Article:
Warming is more bad than good. Any temperature changes, up or down, will have both positive and negative impacts. Extreme cold conditions lead to more deaths than hot ones. Warming conditions cause ocean levels to rise, but also allow forests and crops to grow faster. Effects can also be regional; there is some ice melting in the Arctic, but ice is increasing in the larger Antarctic. Are we really sure that the world is at just the right temperature, and any increases will be catastrophic?

Humans are causing the warming. Atmospheric carbon dioxide levels have increased over the last century or so. But water vapor still provides over 95 percent of greenhouse gas influences. So, how likely is it that the very small percent of carbon dioxide produced by humans is causing warming?

The IPCC's 2007 science report lists seven global warming indicators. For two of these indicators, it is said to be "likely" (at least 66 percent chance) that mankind is a contributor, and for the other five, human contributions are deemed "more likely than not" (at least 51 percent chance). Hardly a ringing endorsement of human-caused global warming !

We know how to fix global warming. Congress and the administration think so, as they steam ahead with "cap and trade" or other costly schemes to control carbon dioxide. Meanwhile, scientists are still studying fixes ranging from focusing more on other greenhouse gases to reducing deforestation to shooting particulates into the atmosphere to reflect sunlight. Others suggest that we simply adapt, if necessary, to possible warming impacts, such as slow increases in ocean water levels.

The bottom line: We don't know enough to spend megabucks on speculative solutions to what may be a nonproblem. Instead, let's move ahead on two common-sense fronts.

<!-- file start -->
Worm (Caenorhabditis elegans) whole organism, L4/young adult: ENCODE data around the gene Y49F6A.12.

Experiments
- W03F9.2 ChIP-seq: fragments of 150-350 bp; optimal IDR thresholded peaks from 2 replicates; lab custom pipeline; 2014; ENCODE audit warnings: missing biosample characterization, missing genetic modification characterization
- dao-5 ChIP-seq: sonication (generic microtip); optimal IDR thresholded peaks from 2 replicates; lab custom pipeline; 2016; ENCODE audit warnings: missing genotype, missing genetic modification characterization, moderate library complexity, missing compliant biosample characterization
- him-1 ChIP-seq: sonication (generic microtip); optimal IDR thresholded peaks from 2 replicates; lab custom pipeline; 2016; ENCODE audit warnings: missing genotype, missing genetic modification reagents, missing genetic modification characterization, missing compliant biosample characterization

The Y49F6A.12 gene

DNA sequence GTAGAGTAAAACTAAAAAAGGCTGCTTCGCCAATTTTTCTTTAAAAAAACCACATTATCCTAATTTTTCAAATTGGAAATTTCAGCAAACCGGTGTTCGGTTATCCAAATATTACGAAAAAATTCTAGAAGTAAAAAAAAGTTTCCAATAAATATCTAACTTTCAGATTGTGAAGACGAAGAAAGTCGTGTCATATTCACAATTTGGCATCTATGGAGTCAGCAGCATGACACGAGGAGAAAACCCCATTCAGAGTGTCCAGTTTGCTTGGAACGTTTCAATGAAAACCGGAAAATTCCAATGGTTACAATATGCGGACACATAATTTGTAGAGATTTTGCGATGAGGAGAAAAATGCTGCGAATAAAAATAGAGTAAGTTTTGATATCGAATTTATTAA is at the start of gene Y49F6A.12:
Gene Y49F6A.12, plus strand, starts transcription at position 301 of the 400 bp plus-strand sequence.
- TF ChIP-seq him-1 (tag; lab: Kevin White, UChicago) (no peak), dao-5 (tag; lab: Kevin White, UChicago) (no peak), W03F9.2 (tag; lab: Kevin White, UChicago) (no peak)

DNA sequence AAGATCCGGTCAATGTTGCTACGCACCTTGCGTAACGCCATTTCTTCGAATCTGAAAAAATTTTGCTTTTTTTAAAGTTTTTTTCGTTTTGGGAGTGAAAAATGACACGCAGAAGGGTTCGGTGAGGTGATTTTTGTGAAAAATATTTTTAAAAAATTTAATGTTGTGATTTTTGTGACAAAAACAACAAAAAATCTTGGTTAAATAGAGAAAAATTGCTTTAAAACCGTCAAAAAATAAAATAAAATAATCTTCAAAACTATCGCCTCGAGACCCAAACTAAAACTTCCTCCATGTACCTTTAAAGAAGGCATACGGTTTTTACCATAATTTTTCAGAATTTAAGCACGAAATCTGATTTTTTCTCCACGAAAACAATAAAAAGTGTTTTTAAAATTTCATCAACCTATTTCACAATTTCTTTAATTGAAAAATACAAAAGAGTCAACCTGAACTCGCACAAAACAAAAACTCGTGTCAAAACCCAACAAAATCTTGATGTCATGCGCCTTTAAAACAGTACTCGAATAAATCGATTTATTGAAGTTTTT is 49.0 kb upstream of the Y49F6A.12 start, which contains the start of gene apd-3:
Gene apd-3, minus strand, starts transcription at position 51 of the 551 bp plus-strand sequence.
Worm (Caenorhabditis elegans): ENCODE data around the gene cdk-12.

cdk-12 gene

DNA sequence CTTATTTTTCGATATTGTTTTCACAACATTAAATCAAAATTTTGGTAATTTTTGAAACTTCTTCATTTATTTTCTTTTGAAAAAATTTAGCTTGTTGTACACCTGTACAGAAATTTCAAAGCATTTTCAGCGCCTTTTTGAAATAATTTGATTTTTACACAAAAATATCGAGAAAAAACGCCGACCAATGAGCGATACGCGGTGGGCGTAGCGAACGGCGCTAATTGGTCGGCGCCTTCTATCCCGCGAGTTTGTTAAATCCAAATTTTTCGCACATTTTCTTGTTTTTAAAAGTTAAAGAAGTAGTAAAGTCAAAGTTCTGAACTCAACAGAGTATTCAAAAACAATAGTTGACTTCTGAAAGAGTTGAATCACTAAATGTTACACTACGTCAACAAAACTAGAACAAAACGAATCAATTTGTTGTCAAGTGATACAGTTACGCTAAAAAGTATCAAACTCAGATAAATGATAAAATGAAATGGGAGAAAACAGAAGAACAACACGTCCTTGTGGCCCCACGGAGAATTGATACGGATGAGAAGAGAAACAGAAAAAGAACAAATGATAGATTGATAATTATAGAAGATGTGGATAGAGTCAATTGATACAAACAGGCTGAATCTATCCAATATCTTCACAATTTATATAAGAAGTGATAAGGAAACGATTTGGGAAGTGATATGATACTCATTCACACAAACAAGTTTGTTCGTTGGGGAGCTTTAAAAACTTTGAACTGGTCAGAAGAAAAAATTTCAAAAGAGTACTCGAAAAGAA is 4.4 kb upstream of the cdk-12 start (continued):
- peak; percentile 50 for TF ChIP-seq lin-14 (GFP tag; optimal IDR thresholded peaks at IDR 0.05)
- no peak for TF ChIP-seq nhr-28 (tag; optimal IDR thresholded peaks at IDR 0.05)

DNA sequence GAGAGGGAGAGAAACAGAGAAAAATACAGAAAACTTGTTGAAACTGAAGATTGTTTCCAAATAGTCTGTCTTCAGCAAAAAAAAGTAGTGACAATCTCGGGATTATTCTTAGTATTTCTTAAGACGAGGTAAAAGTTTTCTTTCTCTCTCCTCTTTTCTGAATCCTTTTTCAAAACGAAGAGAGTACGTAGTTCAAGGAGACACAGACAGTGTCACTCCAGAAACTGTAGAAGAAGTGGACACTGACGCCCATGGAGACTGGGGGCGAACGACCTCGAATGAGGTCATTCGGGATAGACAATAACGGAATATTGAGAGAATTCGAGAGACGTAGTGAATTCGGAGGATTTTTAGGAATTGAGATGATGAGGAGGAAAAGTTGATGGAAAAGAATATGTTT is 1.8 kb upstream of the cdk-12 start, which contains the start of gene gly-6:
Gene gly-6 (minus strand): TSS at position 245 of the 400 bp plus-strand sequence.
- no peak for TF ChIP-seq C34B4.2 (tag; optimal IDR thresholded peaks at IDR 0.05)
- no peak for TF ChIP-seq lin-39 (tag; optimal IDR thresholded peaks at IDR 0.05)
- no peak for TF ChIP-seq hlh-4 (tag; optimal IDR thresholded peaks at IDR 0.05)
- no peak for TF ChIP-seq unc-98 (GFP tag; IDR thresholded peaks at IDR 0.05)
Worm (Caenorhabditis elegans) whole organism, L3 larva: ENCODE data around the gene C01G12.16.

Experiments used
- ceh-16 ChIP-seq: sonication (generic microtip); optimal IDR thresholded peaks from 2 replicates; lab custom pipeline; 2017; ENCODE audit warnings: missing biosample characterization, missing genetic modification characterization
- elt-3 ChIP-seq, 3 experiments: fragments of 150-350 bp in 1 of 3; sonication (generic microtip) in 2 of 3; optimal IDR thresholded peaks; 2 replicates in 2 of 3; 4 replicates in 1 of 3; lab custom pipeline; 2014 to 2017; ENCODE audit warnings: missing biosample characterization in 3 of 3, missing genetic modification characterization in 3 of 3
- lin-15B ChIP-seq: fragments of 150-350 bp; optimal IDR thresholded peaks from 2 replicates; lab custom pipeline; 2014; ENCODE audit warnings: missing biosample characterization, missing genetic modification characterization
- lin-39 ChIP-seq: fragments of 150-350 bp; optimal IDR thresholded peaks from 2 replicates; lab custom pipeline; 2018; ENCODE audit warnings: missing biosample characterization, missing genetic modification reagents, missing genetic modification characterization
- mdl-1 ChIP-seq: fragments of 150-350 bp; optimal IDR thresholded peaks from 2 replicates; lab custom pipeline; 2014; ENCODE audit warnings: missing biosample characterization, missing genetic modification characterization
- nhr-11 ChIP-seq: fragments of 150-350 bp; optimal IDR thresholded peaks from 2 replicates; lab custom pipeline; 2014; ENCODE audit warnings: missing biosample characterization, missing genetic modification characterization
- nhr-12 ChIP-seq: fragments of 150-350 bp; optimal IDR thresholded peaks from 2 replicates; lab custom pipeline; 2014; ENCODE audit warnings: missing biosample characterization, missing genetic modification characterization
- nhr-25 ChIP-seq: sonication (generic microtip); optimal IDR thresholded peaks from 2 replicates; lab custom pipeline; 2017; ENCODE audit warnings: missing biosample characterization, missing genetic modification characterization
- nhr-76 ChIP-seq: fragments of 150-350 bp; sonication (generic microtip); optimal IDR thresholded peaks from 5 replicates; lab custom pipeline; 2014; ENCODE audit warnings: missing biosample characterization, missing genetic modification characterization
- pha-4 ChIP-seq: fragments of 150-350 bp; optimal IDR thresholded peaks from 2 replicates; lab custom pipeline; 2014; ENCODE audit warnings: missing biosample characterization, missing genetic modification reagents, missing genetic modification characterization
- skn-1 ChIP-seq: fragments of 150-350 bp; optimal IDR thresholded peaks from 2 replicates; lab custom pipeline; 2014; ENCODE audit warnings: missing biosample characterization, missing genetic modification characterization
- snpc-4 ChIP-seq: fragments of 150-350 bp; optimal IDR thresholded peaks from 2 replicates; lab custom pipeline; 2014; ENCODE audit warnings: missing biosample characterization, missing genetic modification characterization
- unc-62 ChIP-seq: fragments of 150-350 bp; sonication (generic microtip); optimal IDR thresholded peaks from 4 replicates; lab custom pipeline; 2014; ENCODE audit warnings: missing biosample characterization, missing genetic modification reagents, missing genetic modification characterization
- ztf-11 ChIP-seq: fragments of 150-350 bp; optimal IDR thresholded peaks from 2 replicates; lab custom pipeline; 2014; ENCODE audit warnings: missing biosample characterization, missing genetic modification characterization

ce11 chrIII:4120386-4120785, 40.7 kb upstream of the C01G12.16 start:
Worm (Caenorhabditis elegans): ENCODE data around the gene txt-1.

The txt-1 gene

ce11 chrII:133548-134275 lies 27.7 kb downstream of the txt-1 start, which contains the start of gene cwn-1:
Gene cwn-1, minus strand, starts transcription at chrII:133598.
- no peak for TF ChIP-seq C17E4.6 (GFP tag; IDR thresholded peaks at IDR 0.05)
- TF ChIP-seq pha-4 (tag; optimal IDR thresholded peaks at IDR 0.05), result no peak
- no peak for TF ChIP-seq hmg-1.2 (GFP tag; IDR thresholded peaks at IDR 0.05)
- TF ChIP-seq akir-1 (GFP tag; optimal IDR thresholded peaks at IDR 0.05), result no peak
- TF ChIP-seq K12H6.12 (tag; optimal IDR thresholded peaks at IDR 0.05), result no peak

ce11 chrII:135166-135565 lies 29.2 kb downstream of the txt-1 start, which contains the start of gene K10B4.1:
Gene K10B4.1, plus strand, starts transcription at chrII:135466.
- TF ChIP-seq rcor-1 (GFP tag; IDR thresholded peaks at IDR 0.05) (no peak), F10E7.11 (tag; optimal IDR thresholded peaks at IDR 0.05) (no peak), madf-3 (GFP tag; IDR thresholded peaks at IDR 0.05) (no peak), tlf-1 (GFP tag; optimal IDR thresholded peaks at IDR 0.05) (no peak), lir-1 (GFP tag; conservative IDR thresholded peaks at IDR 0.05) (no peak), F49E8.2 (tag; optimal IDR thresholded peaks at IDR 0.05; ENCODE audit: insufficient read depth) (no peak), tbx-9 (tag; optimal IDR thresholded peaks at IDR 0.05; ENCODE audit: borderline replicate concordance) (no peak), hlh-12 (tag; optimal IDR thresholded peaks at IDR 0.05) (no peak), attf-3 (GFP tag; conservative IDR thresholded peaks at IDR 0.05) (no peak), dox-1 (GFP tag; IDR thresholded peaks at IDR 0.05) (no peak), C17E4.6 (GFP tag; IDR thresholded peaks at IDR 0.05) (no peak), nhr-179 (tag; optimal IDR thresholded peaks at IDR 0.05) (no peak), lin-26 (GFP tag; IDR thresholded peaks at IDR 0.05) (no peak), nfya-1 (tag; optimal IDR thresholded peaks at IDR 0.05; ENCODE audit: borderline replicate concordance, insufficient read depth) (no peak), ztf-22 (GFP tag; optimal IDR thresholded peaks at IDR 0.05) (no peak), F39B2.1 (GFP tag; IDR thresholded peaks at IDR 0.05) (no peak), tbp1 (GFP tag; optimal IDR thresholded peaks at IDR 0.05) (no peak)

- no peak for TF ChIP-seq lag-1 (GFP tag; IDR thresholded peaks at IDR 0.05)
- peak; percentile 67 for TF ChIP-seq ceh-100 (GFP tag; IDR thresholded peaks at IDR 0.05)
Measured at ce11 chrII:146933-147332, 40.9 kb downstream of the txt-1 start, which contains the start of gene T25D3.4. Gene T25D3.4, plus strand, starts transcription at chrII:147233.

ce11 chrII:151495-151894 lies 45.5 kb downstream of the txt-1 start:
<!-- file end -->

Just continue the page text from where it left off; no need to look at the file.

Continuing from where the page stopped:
First, we should expand measures which make sense from several angles, including possible warming. Improved energy efficiencies, cleaner coal technologies and more nuclear power all make sense. Wind and solar can also play a role.

Second, we need serious scientific debate of the four issues I raised. But this time, let's listen carefully to both believers and skeptics. That's the way science is supposed to work.



For more postings from me, see DISSECTING LEFTISM, TONGUE-TIED, EDUCATION WATCH INTERNATIONAL, POLITICAL CORRECTNESS WATCH, FOOD & HEALTH SKEPTIC, GUN WATCH, SOCIALIZED MEDICINE, AUSTRALIAN POLITICS, IMMIGRATION WATCH INTERNATIONAL and EYE ON BRITAIN. My Home Pages are here or here or here. Email me (John Ray) here. For readers in China or for times when blogger.com is playing up, there is a mirror of this site here.


Tuesday, June 23, 2009


An email from Norm Kalmanovitch [kalhnd@shaw.ca]

The actual science mandate of the IPCC was simply to investigate and quantify possible human causes for the observed warming of the past century. This mandate is so simple and straightforward that a team of just half a dozen researchers could have fulfilled this mandate within a few weeks, yet with over 2500 scientists, the IPCC has operated for over twenty years, produced four major reports, had countless meetings and conventions around the world, but still has not even come close to fulfilling their original mandate.

The first order of business to meet the mandate should have been to define a reference temperature dataset on which to evaluate the global temperature changes. Satellites had been recording global temperatures for ten years at the time of the IPCC formation, and since these measurements are far more precise and completely free of the physical biases of land based temperature data, this would have made the perfect reference.

Global temperature is an instantaneous average of the temperature of all parts of the world, and since this is constantly changing as areas of the world go from day to night, from cloud cover to open sky, and are affected by both warm and cold winds; this temperature cannot actually be measured. What can be measured by satellites is an overall daily average which can be summed into and displayed as a monthly average. From this, the best that can be determined is a temperature trend; i.e. global warming or global cooling.